After being raped multiple times in the military, Linda Davidson feels so defeated that she has tried to take her own life. “Every day, I look in the mirror, and I hate what I see,” said the Air Force veteran. “I’ve been destroyed by serving my country and am tired of fighting an endless battle,” said Davidson, who suffers from depression, anxiety, Post Traumatic Stress Disorder, nightmares, and suicidal ideation. None of her attackers were charged or punished, she said. She served from 1988 to 1995.
Debra Geske, a Navy technician, was enjoying cranberry juice at a bar in Guam when a male sailor spiked it with a drug when she wasn’t looking. He and two other sailors drove her home and raped her. “I woke up the next morning full of blood,” she said. When Geske reported the rape to her petty officer in 2000, he said he couldn’t respond until higher-ups arrived on a Navy ship four weeks later. Then, officials told her it was a “he said she said” scenario, and “they did nothing,” she said.
Robert Hunter was raped in the Navy when he was 19, a memory he repressed for 32 years. When the memory returned, he drank heavily and endured mental health problems.
After receiving help from the VA Connecticut Healthcare System, he decided to build “something good from something horrible” and bring attention to men who are sexually assaulted in the military. The Connecticut veteran co-founded a national advocacy group called Men Recovering from Military Sexual Trauma (Mr. MST) because, he said, “male victims aren’t taken seriously.”
Hunter’s organization has spent the last three years raising awareness and lobbying for health care for military victims of sexual assault, meeting with top government decision makers, participating in White House policy discussions, speaking at events for military sexual assault victims and joining women survivors in advocating for removing the prosecution of military sexual assault from the chain of command. In the military, where men comprise 85 percent of the population, more men than women are sexually assaulted. The most recent Pentagon estimates show 10,600 men and 9,600 women were assaulted in 2014, representing 1 percent of active duty men and 4.9 percent of women.
The Army is not properly monitoring the prescribing of medications to treat post-traumatic stress disorder (PTSD) in active-duty soldiers to ensure that antipsychotics and sedatives are not being used, a new government report says. The report by the Government Accountability Office (GAO) recommends that the Secretary of Defense direct the Army to monitor prescribing practices in order to detect medications that are discouraged under PTSD treatment guidelines. Those guidelines caution against the use of antipsychotics and benzodiazepines, a class of sedatives, because of their ineffectiveness and potential risk. “The Army does not monitor the prescribing of medications to treat PTSD on an ongoing basis,” says the report, led by the GAO’s director of health care, Debra Draper. “Without such monitoring, the Army may be unable to identify and address practices that are inconsistent with the guideline.”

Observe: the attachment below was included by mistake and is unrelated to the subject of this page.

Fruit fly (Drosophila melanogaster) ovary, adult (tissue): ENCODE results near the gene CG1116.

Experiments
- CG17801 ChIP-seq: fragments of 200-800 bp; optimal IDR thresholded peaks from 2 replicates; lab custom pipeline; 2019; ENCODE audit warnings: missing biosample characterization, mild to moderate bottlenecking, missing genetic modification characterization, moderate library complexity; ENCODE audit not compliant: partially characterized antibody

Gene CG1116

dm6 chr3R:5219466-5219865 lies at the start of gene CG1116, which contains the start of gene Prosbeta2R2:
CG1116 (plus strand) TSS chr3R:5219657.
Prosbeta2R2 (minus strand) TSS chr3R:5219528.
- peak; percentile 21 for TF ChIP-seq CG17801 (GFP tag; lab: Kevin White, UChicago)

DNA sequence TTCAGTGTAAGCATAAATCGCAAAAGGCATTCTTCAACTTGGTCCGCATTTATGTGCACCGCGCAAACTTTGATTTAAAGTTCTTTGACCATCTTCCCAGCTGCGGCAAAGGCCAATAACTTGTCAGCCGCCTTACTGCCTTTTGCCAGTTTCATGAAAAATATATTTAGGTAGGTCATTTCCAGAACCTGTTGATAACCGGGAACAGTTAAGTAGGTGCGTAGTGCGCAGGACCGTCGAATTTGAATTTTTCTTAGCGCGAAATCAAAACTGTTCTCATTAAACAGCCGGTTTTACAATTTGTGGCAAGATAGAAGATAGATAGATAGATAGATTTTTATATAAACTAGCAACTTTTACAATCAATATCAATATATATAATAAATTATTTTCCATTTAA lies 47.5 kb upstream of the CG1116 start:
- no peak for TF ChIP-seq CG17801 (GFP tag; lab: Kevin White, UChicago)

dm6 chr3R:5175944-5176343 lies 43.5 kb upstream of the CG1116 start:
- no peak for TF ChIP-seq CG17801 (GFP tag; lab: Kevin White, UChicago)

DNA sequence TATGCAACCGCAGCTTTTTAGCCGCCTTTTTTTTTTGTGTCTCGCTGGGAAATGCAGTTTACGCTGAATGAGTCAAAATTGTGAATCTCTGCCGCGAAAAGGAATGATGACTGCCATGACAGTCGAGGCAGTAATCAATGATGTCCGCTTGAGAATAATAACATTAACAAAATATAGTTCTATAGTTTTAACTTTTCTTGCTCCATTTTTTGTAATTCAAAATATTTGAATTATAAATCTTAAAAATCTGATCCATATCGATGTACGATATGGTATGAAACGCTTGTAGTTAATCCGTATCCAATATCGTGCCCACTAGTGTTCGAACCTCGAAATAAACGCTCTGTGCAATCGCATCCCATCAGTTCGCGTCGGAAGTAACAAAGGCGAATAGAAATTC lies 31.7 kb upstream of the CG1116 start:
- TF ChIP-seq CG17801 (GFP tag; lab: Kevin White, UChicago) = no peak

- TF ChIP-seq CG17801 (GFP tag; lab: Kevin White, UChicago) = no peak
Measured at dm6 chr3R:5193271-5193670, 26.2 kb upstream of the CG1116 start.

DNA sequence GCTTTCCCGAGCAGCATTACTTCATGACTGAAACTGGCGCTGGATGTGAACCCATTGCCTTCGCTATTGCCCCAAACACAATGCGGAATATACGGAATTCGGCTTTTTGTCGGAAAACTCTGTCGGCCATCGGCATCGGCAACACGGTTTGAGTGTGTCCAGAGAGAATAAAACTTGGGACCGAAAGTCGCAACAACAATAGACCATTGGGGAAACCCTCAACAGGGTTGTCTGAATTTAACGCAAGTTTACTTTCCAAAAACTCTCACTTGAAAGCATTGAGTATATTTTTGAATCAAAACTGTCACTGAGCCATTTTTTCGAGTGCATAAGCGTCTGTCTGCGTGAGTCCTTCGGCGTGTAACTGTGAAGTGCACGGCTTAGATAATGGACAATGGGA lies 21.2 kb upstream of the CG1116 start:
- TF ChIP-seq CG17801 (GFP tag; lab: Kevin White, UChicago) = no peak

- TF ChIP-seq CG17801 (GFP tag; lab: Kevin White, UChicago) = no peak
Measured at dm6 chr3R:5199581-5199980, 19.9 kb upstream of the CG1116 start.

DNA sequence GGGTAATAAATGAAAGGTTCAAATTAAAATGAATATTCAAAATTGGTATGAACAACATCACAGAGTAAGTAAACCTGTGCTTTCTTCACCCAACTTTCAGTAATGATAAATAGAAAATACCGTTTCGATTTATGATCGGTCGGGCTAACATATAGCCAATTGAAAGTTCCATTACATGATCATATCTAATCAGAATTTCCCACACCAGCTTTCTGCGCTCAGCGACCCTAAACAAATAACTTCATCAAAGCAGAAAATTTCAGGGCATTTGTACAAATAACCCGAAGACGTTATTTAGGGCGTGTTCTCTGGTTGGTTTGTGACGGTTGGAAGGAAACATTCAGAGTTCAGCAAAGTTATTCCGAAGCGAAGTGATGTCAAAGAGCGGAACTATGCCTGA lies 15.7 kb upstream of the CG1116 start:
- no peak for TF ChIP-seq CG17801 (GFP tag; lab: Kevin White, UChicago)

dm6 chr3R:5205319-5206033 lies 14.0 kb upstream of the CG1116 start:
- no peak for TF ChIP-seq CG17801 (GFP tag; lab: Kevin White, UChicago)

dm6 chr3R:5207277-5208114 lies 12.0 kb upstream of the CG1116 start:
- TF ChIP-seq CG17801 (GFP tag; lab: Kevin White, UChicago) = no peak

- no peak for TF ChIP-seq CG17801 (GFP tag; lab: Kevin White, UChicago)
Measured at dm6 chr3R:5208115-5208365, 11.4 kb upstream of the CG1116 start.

The Department of Defense did not dispute the GAO recommendations, but argued that it has worked to reduce antipsychotic prescribing.
The Pentagon is not doing enough to make its sexual assault prevention strategy effective, according to a Congressional watchdog agency. The Government Accountability Office (GAO) says the Department of Defense (DOD) has failed to: identify risk factors that “promote sexual violence” in the military community and in military leadership; communicate the strategy to military bases to ensure consistency among Armed Services prevention programs; and undertake methods to measure if the strategy is working and whether changes are needed. The report to Congress notes that sexual assaults reported to the military increased from 2,800 in 2007 to 6,100 in 2014, but adds that they represent “a fraction” of actual incidents. The report cites a 2014 RAND survey, which estimated that 20,300 active-duty service members were sexually assaulted in the prior year. The report concludes that the DOD needs to take actions to better address the problem.
U.S. Sen. Richard Blumenthal and two colleagues have asked the Obama administration to change the military’s pre-trial process in sexual assault cases, saying it allows victims to be questioned in an “intimidating and degrading” manner, resulting in “a major chilling effect on sexual assault reporting.”
Blumenthal, a Democrat, and U.S. Sen. Barbara Boxer (D-CA), and Rep. Jackie Speier (D-CA), wrote to President Barack Obama, in the wake of pre-trial hearings in a case where three former U.S.Naval Academy football players are accused of sexually assaulting a female academy midshipman. In the hearings, the woman was cross- examined for some 30 hours about such topics as her sexual practices and her underwear. The three lawmakers wrote in their letter that they were “shocked and alarmed” to learn that such questions are allowed in the process, formally called Article 32 in the Uniform Code of Military Justice. Citing legal experts, they said the questioning would not be permitted in any civilian court and constitutes “unabashed abuse.” They asked the Obama administration to immediately change the system to conform to Federal Court procedures. Article 32 is used to determine if there is probable cause for a case to go a court-martial trial. It differs from a civilian procedure such as a Federal Grand Jury in a number of ways, including that it is public, permits the defendant to be present, and allows extensive questioning of the accuser by the defense attorney. A Grand Jury is conducted in closed session and with participation restricted to presentation of evidence by the prosecution.